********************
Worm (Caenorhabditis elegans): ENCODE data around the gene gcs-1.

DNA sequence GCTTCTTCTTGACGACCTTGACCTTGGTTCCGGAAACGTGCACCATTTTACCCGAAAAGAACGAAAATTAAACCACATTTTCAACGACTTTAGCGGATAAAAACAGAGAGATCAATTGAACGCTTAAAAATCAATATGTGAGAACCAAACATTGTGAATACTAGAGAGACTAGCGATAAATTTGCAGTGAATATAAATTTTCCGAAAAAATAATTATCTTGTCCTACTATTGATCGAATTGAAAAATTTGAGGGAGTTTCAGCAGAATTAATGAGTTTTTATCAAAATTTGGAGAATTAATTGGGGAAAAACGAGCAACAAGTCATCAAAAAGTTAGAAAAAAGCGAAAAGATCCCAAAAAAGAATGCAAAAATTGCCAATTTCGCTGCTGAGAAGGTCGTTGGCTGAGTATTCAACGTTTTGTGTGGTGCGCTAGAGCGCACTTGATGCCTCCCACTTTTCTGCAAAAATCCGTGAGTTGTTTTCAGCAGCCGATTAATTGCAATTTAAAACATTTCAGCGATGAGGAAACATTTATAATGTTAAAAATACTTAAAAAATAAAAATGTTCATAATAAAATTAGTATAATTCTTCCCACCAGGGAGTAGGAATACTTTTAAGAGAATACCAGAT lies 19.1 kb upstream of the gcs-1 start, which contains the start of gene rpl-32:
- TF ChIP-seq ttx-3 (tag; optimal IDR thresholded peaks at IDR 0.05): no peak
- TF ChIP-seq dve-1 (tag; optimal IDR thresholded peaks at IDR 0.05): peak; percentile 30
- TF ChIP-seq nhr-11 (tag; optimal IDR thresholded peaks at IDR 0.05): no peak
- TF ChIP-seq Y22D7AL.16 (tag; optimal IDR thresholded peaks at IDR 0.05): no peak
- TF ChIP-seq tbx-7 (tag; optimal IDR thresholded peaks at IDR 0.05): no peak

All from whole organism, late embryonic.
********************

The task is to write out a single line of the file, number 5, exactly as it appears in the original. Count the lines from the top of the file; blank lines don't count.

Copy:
- TF ChIP-seq nhr-11 (tag; optimal IDR thresholded peaks at IDR 0.05): no peak